Black and white thinking is a type of cognitive distortion that involves thinking in extremes. It’s seeing your performance as perfect or a failure, thinking that a person is either completely good or bad, or considering an opinion as totally right or wrong without seeing the shades of grey in between. While black and white thinking can give us a sense of certainty and clarity, life hardly ever fits neatly into one of two categories. Nevertheless, it is very easy to fall into this thinking trap.
So why are we so prone to this way of thinking? One reason is because of the way the English language is structured. To demonstrate, I am going to list several ‘opposite’ word pairs below.
As you read through each word pair, try and think of a word that describes the middle ground between the two extremes:
Hot – cold
Tall – short
Good – bad
Quiet – loud
Pass – fail
Perfect – horrible
Anxious – relaxed
How did you go? When I ran through this exercise myself, I noticed that it was considerably more difficult to think of the ‘shades of grey’ word in between than it was to think of opposite word pairs. This is because there is often no convenient word in the English language to describe the ‘middle’ option between two ends of the spectrum. Unfortunately, this can naturally encourage us to think in a binary way.
However, while black and white thinking may be a way to avoid sitting with the uncomfortable feeling that comes when situations in life are unknown or uncertain, it can distort the way we view the world, and prevent us from being able to see things as they really are – often nuanced, complex, messy, yes, but also more balanced, rich, and real.
So how can we shift black and white thinking and spend more time in the world of grey? Here are three tips to try.
Think on a continuum between 0% and 100%.
For example, if you’re feeling unproductive on a certain day, rate your levels of productivity on a continuum. What makes you rate it 70% and not 50%? Perhaps there were some things you achieved that you had previously overlooked. Notice that very rarely you will rate something as 0% or 100%, which is essentially what’s happening when thinking in black and white. Much more often you will fall somewhere in the middle. Thinking along a continuum often helps us to look at the situation from a more balanced perspective.
Replace ‘either/or’ thinking with ‘both/and’ thinking.
If presented with two options, black and white thinking encourages us to believe that either one option or the other will be true
e.g. “Either I’m the perfect student at school, or I’m not good enough”; “Either my partner loves me and will never be angry with me, or he hates me”. However, in this nuanced world, two seemingly opposite concepts can be true simultaneously. You made some mistakes in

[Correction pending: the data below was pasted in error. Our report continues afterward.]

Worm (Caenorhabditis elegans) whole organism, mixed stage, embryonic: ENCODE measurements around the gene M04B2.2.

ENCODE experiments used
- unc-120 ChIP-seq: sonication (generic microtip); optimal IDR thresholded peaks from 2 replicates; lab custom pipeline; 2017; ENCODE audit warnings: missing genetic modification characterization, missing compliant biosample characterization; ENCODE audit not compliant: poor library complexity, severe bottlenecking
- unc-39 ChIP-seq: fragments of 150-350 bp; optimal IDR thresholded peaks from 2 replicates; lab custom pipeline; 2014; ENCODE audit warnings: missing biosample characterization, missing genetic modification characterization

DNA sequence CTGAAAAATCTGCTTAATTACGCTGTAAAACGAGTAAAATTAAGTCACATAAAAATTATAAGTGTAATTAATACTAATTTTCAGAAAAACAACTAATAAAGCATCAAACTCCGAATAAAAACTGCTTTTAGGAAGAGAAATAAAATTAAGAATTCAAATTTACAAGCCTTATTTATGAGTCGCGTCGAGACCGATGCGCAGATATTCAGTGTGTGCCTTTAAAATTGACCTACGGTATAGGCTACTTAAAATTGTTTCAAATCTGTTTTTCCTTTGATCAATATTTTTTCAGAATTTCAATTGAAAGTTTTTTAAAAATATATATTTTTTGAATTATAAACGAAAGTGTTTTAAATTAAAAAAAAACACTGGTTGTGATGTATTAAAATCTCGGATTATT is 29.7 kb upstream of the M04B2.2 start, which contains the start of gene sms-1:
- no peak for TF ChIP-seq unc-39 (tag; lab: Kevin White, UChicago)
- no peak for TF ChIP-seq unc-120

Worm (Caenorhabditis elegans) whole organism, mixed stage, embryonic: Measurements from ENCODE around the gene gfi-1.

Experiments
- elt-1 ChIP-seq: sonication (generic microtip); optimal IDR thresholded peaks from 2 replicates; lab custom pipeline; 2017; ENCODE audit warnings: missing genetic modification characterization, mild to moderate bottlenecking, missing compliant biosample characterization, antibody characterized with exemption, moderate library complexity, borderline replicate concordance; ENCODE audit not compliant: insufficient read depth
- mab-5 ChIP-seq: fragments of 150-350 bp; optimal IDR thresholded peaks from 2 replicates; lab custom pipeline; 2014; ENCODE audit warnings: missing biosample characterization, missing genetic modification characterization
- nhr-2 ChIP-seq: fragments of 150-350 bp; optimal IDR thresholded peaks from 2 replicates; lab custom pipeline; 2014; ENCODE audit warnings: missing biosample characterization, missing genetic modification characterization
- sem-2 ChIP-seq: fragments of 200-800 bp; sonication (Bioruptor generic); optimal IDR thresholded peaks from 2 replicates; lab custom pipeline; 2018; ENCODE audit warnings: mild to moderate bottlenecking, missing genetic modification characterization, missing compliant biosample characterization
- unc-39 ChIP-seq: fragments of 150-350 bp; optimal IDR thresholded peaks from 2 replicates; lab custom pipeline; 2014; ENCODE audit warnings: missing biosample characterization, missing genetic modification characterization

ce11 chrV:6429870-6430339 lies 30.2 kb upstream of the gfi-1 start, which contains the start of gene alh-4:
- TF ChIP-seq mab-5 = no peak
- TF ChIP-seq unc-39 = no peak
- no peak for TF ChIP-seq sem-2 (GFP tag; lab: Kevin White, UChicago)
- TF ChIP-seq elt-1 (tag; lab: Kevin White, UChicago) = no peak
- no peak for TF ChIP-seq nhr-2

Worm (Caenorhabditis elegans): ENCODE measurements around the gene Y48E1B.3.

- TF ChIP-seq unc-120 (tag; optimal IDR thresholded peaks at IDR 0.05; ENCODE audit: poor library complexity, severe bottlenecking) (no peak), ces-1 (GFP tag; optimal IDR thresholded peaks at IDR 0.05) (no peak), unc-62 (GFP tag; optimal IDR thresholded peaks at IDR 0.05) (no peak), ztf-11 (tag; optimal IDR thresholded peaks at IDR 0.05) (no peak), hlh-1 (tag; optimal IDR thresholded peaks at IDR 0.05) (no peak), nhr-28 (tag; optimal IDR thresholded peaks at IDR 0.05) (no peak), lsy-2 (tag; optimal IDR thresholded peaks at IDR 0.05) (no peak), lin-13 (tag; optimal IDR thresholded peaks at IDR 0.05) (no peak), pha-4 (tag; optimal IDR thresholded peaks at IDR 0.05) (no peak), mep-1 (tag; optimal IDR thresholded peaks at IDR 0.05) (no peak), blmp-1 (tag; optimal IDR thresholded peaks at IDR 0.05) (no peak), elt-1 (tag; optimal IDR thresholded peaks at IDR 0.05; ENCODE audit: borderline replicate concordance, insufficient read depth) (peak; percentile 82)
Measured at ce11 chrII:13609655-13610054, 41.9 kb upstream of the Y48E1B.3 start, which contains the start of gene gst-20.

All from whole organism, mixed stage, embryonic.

your exam AND you are still good enough. Your partner may be angry AND they still love you. If you find yourself thinking in an ‘either/or way’, perhaps see if it is possible to hold the two seemingly opposite concepts in your mind at the same time.
When you feel stuck deciding between two options, ask yourself “What else is possible?”
There is a story about a Zen master who places a cup of tea before her student and says “If you drink that cup of tea, I will hit you with this stick, and if you don’t drink that cup of tea, I will hit you with this stick”… Sounds like the student is damned if they do, damned if they
don’t, right? Instead, the clever student asks, “What else is possible?”, offers the tea to the instructor instead, and avoids punishment. When you are feeling stuck, try to consider as many alternatives as you can to resist the urge to think in black and white.
Black and white thinking can be a thinking style that perpetuates emotional distress, depression or anxiety. If you would like to learn more about your thinking styles and how they influence your emotional health, we are here to offer you some guidance and support.
Lauren Chee (M Clin Psych, BSc (Hons – First Class)) is a psychologist who understands the importance of forming a genuine and caring therapeutic relationship with each individual she sees. Lauren is registered with Medicare and is also an approved practitioner in the NSW Workers Compensation System.
Lauren has experience working with both children and adults within schools, private clinics, and inpatient and outpatient hospital settings. Her warm and supportive approach helps her clients feel comfortable exploring their concerns in order to develop practical strategies to reach their goals. Some of the issues she has helped her clients with include depression, anxiety, perfectionism, adjustment to significant life change, self-esteem, grief, learning difficulties, and school and work-related stress.
In her work, Lauren recognises the individuality of each person and their story, and provides uniquely tailored treatments to support her clients. By being committed to the latest psychological research, she is able to equip her clients with evidence-based skills and knowledge that can lead to positive and lasting change. Lauren is a dedicated and approachable psychologist with a passion for helping her clients live a life in line with their personal values.
Lauren has a special interest in:
Anxiety Disorders e.g. Generalised Anxiety Disorder, Social Phobia, Health Anxiety
Obsessive Compulsive Disorder (OCD)
Social Skills and Assertiveness
Parenting and Attachment
Child Mental Health and Wellbeing
Learning Difficulties e.g. ADHD, specific learning disorders
Outside of work, Lauren enjoys spending time in nature, discovering new music, and sharing delicious meals with her friends and family.